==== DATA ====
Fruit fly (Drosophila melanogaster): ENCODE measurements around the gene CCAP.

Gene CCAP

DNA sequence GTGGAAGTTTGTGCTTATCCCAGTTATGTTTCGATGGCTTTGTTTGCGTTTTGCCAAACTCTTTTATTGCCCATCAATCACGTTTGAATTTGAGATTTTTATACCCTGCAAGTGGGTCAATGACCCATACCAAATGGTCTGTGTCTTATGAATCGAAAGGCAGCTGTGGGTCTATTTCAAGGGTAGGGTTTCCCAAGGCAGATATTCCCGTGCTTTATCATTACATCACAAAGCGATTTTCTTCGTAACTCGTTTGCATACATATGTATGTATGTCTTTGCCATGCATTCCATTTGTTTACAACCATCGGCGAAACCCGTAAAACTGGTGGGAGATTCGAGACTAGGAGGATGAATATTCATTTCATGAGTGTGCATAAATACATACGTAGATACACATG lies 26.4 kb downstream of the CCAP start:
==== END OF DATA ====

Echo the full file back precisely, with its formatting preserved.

Fruit fly (Drosophila melanogaster): ENCODE measurements around the gene CCAP.

Gene CCAP

DNA sequence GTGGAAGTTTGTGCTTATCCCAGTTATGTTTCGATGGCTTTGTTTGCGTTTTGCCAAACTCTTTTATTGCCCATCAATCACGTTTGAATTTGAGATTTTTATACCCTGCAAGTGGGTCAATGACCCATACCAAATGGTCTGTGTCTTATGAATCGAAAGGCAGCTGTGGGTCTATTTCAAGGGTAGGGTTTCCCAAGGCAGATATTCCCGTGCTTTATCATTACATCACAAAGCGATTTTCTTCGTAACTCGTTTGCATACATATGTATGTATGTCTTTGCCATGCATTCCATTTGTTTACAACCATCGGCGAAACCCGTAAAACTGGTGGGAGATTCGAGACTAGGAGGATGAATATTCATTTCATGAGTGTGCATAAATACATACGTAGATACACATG lies 26.4 kb downstream of the CCAP start: